In our sample situation, the supervisor has received a complaint from the alleged victim, who has gone on the record in writing to escalate her ordeal. This is significant given that many employees who are subjected to some form of harassment are reluctant to step forward. And when they do, chances are that what they are alleging to have occurred, may have happened before and gone unreported. According to the EEOC, it is estimated that anywhere from 87% to 94% of people who experience workplace harassment never file a formal complaint, and 75% never complained to their employers. Reasons range from fearing retaliation to thinking that nothing would be done about it to feeling that they wouldn’t be believed.

The point that harassment reporting, or lack thereof is an issue, cannot be emphasized enough. Another potential reason for this trend is that often employees don’t understand that what they are experiencing is unlawful sexual harassment. They may not understand their rights or may not have ever been provided with and/or briefed on their employer’s anti-harassment policy. If nothing else, employers owe their employees a guarantee of a safe working environment, free of discrimination and harassment. Regular harassment prevention training is a must for employers, and may have a significant impact on harassed employees’ willingness to step forward.

Duty to Act

Sometimes, out of fear, or political and other organizational concerns, when sexual harassment reports are made, they’ll start out as a confidential conversation with either a supervisor or someone they know and trust in their organization, accompanied by a plea to not do anything. In my experience, such employees typically explain that they are just venting, needing someone else to know. Recipients of harassment concerns or complaints are put in a position to take action on some level, depending upon the circumstances. It’s important to emphasize that agreeing to keep a harassment allegation between yourself and the alleged victim should not be an option.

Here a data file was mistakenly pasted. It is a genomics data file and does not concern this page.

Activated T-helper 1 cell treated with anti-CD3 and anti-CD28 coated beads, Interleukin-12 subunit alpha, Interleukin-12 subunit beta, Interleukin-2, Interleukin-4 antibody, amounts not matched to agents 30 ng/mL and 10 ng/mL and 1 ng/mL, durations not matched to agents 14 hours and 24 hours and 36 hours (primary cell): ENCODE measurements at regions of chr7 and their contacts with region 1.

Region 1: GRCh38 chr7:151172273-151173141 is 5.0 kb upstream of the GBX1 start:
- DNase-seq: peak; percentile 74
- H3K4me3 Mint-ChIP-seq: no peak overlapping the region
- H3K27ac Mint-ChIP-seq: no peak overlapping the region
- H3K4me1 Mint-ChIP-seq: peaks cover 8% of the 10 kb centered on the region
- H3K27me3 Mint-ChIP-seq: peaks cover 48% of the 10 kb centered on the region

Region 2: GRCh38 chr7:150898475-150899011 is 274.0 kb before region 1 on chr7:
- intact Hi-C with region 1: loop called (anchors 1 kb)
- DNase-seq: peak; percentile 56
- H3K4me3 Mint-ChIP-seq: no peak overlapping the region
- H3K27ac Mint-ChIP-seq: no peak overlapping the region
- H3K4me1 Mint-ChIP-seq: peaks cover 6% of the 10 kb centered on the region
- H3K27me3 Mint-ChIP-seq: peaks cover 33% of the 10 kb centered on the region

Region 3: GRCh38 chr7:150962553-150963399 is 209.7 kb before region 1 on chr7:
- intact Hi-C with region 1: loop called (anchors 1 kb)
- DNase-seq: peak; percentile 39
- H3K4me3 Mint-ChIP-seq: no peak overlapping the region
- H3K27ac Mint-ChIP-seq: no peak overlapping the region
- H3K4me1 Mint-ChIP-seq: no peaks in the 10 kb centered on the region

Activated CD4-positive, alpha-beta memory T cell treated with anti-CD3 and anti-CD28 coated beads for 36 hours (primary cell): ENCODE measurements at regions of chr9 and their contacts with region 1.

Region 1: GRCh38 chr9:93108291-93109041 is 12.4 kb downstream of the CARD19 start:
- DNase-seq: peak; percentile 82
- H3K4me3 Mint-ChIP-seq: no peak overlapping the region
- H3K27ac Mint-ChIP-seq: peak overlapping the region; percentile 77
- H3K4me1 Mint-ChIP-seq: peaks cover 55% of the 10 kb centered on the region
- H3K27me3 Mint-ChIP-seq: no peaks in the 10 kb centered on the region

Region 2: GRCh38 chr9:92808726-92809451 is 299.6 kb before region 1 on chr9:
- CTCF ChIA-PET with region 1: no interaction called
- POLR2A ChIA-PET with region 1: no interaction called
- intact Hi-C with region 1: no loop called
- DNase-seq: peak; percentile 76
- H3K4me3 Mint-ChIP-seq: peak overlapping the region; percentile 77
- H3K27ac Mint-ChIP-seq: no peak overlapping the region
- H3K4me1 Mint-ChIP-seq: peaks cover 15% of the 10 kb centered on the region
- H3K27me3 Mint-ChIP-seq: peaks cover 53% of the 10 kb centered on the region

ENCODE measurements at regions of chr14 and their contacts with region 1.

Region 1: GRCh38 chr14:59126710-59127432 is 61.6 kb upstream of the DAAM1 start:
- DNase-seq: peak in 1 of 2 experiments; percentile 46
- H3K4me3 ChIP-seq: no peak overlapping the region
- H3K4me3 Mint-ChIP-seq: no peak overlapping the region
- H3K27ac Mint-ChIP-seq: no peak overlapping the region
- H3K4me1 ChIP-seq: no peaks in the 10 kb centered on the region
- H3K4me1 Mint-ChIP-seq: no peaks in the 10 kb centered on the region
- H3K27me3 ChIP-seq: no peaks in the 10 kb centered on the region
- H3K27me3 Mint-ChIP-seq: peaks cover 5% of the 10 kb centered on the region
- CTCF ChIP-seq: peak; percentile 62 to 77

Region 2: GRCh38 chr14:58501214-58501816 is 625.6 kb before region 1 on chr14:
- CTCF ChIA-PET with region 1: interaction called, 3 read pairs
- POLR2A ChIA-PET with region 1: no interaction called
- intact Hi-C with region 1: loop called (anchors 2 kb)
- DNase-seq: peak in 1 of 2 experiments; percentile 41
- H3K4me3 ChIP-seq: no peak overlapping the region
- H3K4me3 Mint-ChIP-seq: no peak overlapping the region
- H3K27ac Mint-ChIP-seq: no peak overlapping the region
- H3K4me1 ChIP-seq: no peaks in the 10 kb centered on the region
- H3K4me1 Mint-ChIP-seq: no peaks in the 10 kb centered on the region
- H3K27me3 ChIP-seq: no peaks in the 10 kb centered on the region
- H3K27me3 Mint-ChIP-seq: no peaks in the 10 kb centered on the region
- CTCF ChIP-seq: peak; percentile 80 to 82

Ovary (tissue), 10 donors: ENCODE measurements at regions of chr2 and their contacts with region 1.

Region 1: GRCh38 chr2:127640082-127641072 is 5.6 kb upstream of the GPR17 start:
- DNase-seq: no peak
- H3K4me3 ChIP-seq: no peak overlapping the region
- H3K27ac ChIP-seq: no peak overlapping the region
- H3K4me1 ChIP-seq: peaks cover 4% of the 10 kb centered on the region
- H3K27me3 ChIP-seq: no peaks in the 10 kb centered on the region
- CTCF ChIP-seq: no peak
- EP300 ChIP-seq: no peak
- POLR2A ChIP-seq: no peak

Anyone in a people leadership capacity needs to be aware of their duty and obligation to investigate allegations of harassment, and address proven harassment in their workplace. Failure to do so can result in potentially significant liability, not to mention the emotional distress that can be experienced by unsupported victims. There are several laws obligating employers to investigate harassment and other complaints in a timely manner. In addition, to ensure that illegal harassment and other unlawful behaviors cease immediately, corrective action appropriate under the circumstances is required by those laws to be taken by the employer without delay. 

Responsiveness to complaints and timely investigations ensure more accuracy in the process, and may also enhance employees’ perception of their employer’s commitment to integrity in the workplace. Prompt and thorough investigations may also prevent internal problems from becoming more widespread. While it’s true that investigations can be time-consuming and challenging to navigate, conducting them properly can make all the difference between a fair outcome and litigation.

Initial Interview Tips

  1. Stop the interview before it starts, if necessary. If, as mentioned above, your employee making the sexual harassment accusation begins the conversation by stating that they don’t want you to do anything, and that they are simply making you aware, consider stopping or pausing the interview. It’s very important from the start to inform such an employee of your obligation to follow up on complaints of sexual harassment. Advising your employee that if you are to proceed with the conversation, they must understand the next steps, including an investigation and conversation with the alleged harasser.